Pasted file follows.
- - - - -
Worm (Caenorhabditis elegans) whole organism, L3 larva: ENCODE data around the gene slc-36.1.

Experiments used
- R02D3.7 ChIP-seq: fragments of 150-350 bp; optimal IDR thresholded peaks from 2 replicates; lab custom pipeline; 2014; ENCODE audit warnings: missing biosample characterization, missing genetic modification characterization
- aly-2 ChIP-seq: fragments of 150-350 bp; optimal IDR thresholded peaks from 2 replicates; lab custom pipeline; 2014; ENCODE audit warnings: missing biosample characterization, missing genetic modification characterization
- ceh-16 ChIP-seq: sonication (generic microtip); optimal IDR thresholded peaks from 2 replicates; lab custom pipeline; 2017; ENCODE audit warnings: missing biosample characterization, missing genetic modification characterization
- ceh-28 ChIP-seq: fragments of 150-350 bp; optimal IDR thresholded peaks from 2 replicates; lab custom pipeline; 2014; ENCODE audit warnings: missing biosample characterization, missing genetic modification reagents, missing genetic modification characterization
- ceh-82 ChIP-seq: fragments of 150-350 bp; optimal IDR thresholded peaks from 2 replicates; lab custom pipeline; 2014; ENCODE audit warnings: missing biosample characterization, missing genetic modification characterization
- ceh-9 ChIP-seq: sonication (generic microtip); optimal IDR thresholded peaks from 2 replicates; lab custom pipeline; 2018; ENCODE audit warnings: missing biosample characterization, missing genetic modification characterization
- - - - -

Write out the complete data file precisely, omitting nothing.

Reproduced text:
Worm (Caenorhabditis elegans) whole organism, L3 larva: ENCODE data around the gene slc-36.1.

Experiments used
- R02D3.7 ChIP-seq: fragments of 150-350 bp; optimal IDR thresholded peaks from 2 replicates; lab custom pipeline; 2014; ENCODE audit warnings: missing biosample characterization, missing genetic modification characterization
- aly-2 ChIP-seq: fragments of 150-350 bp; optimal IDR thresholded peaks from 2 replicates; lab custom pipeline; 2014; ENCODE audit warnings: missing biosample characterization, missing genetic modification characterization
- ceh-16 ChIP-seq: sonication (generic microtip); optimal IDR thresholded peaks from 2 replicates; lab custom pipeline; 2017; ENCODE audit warnings: missing biosample characterization, missing genetic modification characterization
- ceh-28 ChIP-seq: fragments of 150-350 bp; optimal IDR thresholded peaks from 2 replicates; lab custom pipeline; 2014; ENCODE audit warnings: missing biosample characterization, missing genetic modification reagents, missing genetic modification characterization
- ceh-82 ChIP-seq: fragments of 150-350 bp; optimal IDR thresholded peaks from 2 replicates; lab custom pipeline; 2014; ENCODE audit warnings: missing biosample characterization, missing genetic modification characterization
- ceh-9 ChIP-seq: sonication (generic microtip); optimal IDR thresholded peaks from 2 replicates; lab custom pipeline; 2018; ENCODE audit warnings: missing biosample characterization, missing genetic modification characterization